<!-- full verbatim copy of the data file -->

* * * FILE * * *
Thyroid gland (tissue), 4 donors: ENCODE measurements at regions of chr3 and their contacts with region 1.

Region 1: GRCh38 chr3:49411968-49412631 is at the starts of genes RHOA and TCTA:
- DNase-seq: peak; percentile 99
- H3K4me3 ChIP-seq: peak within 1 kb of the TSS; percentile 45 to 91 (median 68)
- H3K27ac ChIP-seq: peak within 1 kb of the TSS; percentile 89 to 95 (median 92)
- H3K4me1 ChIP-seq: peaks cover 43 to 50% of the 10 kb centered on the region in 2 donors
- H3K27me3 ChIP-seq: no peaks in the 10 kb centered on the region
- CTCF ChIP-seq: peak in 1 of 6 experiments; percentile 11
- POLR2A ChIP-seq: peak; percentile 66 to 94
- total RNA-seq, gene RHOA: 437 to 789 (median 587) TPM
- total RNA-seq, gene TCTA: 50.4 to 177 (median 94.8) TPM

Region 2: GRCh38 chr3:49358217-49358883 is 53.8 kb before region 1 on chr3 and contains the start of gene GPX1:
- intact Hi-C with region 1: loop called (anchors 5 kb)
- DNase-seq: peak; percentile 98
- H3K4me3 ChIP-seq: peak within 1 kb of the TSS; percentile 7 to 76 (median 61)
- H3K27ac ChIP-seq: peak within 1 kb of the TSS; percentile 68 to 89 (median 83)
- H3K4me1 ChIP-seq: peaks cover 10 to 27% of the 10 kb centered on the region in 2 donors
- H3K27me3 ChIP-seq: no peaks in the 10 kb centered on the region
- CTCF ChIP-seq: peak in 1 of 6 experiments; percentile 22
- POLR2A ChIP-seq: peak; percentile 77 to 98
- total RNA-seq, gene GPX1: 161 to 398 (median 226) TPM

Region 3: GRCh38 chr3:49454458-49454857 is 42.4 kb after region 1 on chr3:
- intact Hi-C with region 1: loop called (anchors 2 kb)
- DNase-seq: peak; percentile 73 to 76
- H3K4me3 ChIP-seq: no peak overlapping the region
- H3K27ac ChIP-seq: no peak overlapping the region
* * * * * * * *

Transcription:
Thyroid gland (tissue), 4 donors: ENCODE measurements at regions of chr3 and their contacts with region 1.

Region 1: GRCh38 chr3:49411968-49412631 is at the starts of genes RHOA and TCTA:
- DNase-seq: peak; percentile 99
- H3K4me3 ChIP-seq: peak within 1 kb of the TSS; percentile 45 to 91 (median 68)
- H3K27ac ChIP-seq: peak within 1 kb of the TSS; percentile 89 to 95 (median 92)
- H3K4me1 ChIP-seq: peaks cover 43 to 50% of the 10 kb centered on the region in 2 donors
- H3K27me3 ChIP-seq: no peaks in the 10 kb centered on the region
- CTCF ChIP-seq: peak in 1 of 6 experiments; percentile 11
- POLR2A ChIP-seq: peak; percentile 66 to 94
- total RNA-seq, gene RHOA: 437 to 789 (median 587) TPM
- total RNA-seq, gene TCTA: 50.4 to 177 (median 94.8) TPM

Region 2: GRCh38 chr3:49358217-49358883 is 53.8 kb before region 1 on chr3 and contains the start of gene GPX1:
- intact Hi-C with region 1: loop called (anchors 5 kb)
- DNase-seq: peak; percentile 98
- H3K4me3 ChIP-seq: peak within 1 kb of the TSS; percentile 7 to 76 (median 61)
- H3K27ac ChIP-seq: peak within 1 kb of the TSS; percentile 68 to 89 (median 83)
- H3K4me1 ChIP-seq: peaks cover 10 to 27% of the 10 kb centered on the region in 2 donors
- H3K27me3 ChIP-seq: no peaks in the 10 kb centered on the region
- CTCF ChIP-seq: peak in 1 of 6 experiments; percentile 22
- POLR2A ChIP-seq: peak; percentile 77 to 98
- total RNA-seq, gene GPX1: 161 to 398 (median 226) TPM

Region 3: GRCh38 chr3:49454458-49454857 is 42.4 kb after region 1 on chr3:
- intact Hi-C with region 1: loop called (anchors 2 kb)
- DNase-seq: peak; percentile 73 to 76
- H3K4me3 ChIP-seq: no peak overlapping the region
- H3K27ac ChIP-seq: no peak overlapping the region